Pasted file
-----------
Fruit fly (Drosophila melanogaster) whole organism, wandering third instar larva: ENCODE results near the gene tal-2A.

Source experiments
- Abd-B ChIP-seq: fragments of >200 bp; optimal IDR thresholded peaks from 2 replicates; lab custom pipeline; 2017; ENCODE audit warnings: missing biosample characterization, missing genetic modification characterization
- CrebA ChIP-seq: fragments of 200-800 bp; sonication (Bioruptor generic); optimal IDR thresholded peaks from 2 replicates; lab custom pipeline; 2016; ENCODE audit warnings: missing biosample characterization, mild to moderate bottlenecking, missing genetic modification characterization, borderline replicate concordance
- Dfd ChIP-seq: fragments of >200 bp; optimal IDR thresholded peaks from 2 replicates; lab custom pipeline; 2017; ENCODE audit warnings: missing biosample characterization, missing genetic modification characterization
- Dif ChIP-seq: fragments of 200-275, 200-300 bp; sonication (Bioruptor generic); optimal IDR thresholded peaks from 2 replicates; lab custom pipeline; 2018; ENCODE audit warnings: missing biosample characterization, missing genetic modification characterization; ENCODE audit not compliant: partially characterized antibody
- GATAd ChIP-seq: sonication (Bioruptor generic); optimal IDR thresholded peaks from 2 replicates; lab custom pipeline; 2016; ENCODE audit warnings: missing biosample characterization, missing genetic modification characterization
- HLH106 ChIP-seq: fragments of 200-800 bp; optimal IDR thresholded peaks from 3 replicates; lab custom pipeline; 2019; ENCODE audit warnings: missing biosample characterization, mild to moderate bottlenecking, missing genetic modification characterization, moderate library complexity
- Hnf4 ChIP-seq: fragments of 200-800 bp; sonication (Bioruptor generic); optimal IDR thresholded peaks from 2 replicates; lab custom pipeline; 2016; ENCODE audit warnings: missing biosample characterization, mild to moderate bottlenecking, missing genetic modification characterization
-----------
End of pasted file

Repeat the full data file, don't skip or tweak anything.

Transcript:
Fruit fly (Drosophila melanogaster) whole organism, wandering third instar larva: ENCODE results near the gene tal-2A.

Source experiments
- Abd-B ChIP-seq: fragments of >200 bp; optimal IDR thresholded peaks from 2 replicates; lab custom pipeline; 2017; ENCODE audit warnings: missing biosample characterization, missing genetic modification characterization
- CrebA ChIP-seq: fragments of 200-800 bp; sonication (Bioruptor generic); optimal IDR thresholded peaks from 2 replicates; lab custom pipeline; 2016; ENCODE audit warnings: missing biosample characterization, mild to moderate bottlenecking, missing genetic modification characterization, borderline replicate concordance
- Dfd ChIP-seq: fragments of >200 bp; optimal IDR thresholded peaks from 2 replicates; lab custom pipeline; 2017; ENCODE audit warnings: missing biosample characterization, missing genetic modification characterization
- Dif ChIP-seq: fragments of 200-275, 200-300 bp; sonication (Bioruptor generic); optimal IDR thresholded peaks from 2 replicates; lab custom pipeline; 2018; ENCODE audit warnings: missing biosample characterization, missing genetic modification characterization; ENCODE audit not compliant: partially characterized antibody
- GATAd ChIP-seq: sonication (Bioruptor generic); optimal IDR thresholded peaks from 2 replicates; lab custom pipeline; 2016; ENCODE audit warnings: missing biosample characterization, missing genetic modification characterization
- HLH106 ChIP-seq: fragments of 200-800 bp; optimal IDR thresholded peaks from 3 replicates; lab custom pipeline; 2019; ENCODE audit warnings: missing biosample characterization, mild to moderate bottlenecking, missing genetic modification characterization, moderate library complexity
- Hnf4 ChIP-seq: fragments of 200-800 bp; sonication (Bioruptor generic); optimal IDR thresholded peaks from 2 replicates; lab custom pipeline; 2016; ENCODE audit warnings: missing biosample characterization, mild to moderate bottlenecking, missing genetic modification characterization